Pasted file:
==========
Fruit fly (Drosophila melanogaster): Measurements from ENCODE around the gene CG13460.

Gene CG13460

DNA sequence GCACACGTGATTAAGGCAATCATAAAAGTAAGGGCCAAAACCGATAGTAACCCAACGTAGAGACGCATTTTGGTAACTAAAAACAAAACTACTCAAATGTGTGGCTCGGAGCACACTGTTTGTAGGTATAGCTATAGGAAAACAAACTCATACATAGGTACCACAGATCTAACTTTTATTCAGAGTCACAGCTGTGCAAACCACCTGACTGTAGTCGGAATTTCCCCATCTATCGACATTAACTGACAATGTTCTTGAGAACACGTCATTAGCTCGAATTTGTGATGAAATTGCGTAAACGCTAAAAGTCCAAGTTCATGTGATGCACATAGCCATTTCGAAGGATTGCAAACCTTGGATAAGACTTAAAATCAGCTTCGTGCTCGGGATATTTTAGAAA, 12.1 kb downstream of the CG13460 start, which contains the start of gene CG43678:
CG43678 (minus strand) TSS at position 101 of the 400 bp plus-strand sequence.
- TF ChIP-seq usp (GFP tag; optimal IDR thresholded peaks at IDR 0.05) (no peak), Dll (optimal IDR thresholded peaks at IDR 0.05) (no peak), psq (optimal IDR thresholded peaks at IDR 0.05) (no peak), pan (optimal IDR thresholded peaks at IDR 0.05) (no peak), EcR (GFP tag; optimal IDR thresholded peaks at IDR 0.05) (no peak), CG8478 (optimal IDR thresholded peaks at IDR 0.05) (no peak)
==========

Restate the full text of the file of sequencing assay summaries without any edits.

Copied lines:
Fruit fly (Drosophila melanogaster): Measurements from ENCODE around the gene CG13460.

Gene CG13460

DNA sequence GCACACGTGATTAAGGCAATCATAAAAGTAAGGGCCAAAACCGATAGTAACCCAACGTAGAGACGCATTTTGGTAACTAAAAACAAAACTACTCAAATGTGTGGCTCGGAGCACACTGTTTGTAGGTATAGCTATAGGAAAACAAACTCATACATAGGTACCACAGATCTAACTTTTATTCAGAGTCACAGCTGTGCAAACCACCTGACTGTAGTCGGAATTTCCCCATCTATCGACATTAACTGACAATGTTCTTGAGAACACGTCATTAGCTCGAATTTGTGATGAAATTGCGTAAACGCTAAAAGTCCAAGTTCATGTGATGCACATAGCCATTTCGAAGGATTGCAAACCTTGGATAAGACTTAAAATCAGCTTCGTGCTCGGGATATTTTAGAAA, 12.1 kb downstream of the CG13460 start, which contains the start of gene CG43678:
CG43678 (minus strand) TSS at position 101 of the 400 bp plus-strand sequence.
- TF ChIP-seq usp (GFP tag; optimal IDR thresholded peaks at IDR 0.05) (no peak), Dll (optimal IDR thresholded peaks at IDR 0.05) (no peak), psq (optimal IDR thresholded peaks at IDR 0.05) (no peak), pan (optimal IDR thresholded peaks at IDR 0.05) (no peak), EcR (GFP tag; optimal IDR thresholded peaks at IDR 0.05) (no peak), CG8478 (optimal IDR thresholded peaks at IDR 0.05) (no peak)